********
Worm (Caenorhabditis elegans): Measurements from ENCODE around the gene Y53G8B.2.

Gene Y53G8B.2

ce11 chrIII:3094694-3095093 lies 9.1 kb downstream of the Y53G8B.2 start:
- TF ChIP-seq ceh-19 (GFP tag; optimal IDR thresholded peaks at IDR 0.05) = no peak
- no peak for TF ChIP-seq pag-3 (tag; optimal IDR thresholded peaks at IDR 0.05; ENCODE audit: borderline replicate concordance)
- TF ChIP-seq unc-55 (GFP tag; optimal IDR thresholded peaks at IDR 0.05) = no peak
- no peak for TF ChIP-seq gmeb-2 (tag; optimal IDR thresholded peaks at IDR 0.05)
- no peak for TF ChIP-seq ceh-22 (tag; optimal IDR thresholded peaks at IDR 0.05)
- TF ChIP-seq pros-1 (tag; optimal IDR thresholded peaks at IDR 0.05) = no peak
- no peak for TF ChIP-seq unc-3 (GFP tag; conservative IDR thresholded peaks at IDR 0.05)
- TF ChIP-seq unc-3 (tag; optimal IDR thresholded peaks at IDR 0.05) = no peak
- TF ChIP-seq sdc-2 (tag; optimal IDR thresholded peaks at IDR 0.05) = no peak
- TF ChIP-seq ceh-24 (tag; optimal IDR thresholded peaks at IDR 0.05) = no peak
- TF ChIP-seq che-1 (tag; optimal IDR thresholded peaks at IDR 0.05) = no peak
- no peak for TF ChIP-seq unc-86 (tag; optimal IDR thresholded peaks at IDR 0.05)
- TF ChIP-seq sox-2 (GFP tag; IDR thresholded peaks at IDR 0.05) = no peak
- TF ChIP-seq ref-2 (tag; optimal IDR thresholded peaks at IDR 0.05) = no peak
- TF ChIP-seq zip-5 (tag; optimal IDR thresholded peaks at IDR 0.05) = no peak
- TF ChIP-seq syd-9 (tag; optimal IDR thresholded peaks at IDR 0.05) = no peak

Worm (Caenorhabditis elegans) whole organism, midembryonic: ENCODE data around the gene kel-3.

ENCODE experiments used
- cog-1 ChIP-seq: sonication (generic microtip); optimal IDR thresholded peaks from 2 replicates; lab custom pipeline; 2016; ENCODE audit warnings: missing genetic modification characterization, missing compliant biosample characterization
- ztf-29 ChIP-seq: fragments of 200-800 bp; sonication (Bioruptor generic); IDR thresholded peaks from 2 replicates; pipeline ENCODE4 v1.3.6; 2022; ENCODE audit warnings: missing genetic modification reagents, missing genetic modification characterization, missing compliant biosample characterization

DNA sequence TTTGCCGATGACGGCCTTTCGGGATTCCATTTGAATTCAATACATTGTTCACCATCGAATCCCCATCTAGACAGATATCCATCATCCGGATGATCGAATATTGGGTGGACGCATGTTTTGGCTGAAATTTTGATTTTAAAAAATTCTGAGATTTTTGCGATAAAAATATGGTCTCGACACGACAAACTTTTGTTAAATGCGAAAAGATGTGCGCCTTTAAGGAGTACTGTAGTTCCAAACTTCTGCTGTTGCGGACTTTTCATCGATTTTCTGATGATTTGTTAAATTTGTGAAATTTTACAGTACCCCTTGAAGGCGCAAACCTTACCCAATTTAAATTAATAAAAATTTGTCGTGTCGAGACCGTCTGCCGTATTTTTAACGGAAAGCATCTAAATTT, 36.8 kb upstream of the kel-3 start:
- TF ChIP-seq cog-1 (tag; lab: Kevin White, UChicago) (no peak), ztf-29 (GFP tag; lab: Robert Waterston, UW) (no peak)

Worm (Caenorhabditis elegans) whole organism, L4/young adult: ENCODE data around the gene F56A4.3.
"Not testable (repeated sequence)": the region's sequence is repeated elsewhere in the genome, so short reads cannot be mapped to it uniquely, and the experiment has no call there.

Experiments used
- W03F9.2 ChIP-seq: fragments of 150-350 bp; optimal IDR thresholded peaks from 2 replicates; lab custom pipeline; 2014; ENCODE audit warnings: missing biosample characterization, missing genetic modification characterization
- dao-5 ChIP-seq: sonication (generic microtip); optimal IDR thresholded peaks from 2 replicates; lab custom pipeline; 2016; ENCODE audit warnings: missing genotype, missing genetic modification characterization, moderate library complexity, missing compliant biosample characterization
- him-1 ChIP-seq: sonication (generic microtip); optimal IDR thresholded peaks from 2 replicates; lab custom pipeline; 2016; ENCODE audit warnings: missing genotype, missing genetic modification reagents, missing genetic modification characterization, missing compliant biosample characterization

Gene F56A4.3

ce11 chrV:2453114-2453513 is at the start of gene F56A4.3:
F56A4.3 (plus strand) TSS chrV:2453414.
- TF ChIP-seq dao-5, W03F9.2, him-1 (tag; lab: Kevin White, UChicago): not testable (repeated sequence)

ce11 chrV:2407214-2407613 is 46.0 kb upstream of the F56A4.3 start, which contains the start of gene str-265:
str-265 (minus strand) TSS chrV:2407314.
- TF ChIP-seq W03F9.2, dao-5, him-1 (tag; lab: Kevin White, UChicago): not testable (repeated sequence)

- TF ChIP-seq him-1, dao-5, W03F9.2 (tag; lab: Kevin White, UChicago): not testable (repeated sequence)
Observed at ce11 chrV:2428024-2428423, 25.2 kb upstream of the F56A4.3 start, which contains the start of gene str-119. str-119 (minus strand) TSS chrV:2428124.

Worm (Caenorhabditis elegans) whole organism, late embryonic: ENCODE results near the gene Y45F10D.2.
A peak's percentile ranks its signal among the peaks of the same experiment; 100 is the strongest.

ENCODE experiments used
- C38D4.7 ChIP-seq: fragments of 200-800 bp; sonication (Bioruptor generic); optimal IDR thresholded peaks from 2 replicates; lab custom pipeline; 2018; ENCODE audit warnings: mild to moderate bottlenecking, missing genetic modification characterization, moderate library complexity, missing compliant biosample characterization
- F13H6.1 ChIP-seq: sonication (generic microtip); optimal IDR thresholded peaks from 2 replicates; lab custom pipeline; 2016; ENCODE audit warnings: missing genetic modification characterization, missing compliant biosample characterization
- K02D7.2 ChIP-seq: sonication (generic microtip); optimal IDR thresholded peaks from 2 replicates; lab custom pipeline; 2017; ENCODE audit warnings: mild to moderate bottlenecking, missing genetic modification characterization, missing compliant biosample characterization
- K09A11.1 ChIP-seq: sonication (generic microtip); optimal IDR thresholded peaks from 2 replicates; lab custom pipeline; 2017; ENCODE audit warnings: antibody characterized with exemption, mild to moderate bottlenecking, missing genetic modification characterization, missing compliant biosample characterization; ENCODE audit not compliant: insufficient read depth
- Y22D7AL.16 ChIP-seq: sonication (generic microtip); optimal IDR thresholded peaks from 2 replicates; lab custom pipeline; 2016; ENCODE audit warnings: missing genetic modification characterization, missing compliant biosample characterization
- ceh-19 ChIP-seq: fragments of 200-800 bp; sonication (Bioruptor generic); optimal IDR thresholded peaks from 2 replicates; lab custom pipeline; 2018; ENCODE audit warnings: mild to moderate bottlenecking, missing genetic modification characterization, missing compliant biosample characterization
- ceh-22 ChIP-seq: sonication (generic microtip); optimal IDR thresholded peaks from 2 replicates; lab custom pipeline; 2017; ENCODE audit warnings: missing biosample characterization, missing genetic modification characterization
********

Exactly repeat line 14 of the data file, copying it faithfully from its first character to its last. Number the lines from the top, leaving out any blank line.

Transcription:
- TF ChIP-seq che-1 (tag; optimal IDR thresholded peaks at IDR 0.05) = no peak